Schirrmacher congratulates his “fatherly friend” on the Hemmerle Prize
Thomas Schirrmacher congratulated the head of the Autocephalous Orthodox Church of Albania, Anastasios Yannoulatos (90), upon receiving the 2020 Klaus Hemmerle Prize and described him as one of the most important living missions and religious studies scholars.
“Not only has he written important mission’s writings for 50 years. He has also brought missionary theology back into the Orthodox Church,” Schirrmacher said.
The fact that he himself rebuilt the church in Albania from nothing over the course of three decades as a missionary and pastor demonstrates the deep conviction out of which he wrote. Schirrmacher holds Anastasios to be a “fatherly friend” and his calling a stroke of good fortune for all of Albania.
The Focolare Movement’s award was presented to the Archbishop of Tirana and head of the largest church in Albania in the famous Aachen Cathedral built by Charlemagne in 803 AD. The local Catholic Bishop Helmut Dieser emphasized Yannoulatos’ role as a pioneer in ecumenism and inter-religious dialogue. He said that the prize-winner has “brought people together, made them able to speak to each other, and built bridges.”
In his tribute, the “ecumenical minister” of the Vatican (“President of the Pontifical Council for Propagating Christian Unity”), Cardinal Kurt Koch, praised the missionary work of the prize winner. “We need spiritual vitamin injections, which we find convincingly in you,” he said in addressing Yannoulatos. Koch also emphasized his role in the reconstruction of the Autocephalous Orthodox Church of Albania after communism.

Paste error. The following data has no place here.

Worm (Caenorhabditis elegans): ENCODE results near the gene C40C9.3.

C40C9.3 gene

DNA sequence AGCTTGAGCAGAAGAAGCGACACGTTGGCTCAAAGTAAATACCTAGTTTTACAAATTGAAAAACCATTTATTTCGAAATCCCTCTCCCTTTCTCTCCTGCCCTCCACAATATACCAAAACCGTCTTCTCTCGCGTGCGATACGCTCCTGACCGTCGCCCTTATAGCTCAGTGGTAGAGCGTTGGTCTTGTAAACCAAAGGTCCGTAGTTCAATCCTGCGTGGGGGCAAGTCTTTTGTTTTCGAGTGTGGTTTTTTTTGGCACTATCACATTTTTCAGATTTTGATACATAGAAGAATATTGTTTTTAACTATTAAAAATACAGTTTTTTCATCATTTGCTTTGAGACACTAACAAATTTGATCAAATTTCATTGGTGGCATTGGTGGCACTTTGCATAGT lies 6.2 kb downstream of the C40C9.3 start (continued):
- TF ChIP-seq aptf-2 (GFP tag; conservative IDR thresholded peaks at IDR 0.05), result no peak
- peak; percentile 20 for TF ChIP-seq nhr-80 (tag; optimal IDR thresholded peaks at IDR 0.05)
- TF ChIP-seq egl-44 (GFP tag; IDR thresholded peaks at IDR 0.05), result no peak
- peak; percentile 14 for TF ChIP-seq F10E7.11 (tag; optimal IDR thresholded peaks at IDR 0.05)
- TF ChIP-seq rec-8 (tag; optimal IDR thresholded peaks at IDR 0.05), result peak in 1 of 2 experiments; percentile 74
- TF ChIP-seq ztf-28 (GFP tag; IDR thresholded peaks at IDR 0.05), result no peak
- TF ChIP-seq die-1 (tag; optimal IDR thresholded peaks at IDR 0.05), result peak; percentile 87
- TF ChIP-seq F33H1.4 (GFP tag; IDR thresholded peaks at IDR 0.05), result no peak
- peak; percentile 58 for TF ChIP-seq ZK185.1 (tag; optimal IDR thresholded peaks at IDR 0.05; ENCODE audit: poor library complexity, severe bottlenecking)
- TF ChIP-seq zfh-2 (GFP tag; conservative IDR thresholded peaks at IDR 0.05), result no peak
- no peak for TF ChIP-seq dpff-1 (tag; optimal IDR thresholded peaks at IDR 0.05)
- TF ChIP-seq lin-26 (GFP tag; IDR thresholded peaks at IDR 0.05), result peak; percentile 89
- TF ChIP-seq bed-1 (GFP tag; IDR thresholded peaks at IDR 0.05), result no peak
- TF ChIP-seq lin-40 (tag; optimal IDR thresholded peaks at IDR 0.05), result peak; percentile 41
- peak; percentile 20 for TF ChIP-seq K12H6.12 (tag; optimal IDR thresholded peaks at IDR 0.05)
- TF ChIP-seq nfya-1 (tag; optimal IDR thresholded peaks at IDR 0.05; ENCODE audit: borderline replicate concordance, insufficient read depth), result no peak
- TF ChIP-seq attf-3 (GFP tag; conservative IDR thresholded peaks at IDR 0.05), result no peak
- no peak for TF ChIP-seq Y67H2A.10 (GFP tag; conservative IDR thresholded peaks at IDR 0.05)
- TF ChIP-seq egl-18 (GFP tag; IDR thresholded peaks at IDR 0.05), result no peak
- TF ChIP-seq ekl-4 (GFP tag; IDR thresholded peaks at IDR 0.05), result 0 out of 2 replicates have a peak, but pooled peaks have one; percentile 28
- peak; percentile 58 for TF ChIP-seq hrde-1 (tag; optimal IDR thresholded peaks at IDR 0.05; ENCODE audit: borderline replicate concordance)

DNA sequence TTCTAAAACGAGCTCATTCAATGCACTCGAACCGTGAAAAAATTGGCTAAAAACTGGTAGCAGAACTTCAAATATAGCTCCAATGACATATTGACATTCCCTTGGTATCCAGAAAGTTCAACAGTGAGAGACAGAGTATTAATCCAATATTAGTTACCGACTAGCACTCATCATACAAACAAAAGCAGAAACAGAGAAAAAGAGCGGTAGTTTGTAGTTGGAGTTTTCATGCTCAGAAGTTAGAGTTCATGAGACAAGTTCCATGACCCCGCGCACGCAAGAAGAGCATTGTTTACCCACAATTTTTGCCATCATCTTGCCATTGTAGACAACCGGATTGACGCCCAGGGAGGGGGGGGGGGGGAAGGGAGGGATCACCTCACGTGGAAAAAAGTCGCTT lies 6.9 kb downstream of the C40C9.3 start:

Archbishop Yannoulatos comes from Greece. He worked as a missionary and peacemaker in Africa. In 1991, he was sent to Albania to rebuild the destroyed Autocephalous Orthodox Church after years of rigid state-sanctioned atheism. In 1992 Yannoulatos was appointed Archbishop of Tirana, Durres, and all of Albania by the Ecumenical Patriarch Bartholomew.
The prize, which was awarded for the ninth time, commemorates the former Bishop of Aachen, Klaus Hemmerle (1929–1994). According to the Focolare Movement, it honors “personalities who, as bridge-builders, promote dialogue between churches, religions, and world views.” The non-monetary prize is awarded every two years. In 2018 it went to the former state rabbi Henry G. Brandt.
The ecumenical Focolare Movement, of which Hemmerle was a member, was founded by Chiara Lubich in Trento in 1943. This religious lay group, with about 120,000 members in 180 countries worldwide, wants to bring unity and fraternity into churches and society.
The jury justified its decision with reference to this very commitment as a faith worker in a communist-atheist country and praised his commitment in the dialogue between Muslims and Christians and in his constant mediation between Christian churches.
His tireless commitment to education, health, development, and in particular to young people in Albania has also helped the convinced European gain a reputation as an intermediary in Albania’s integration into a united Europe.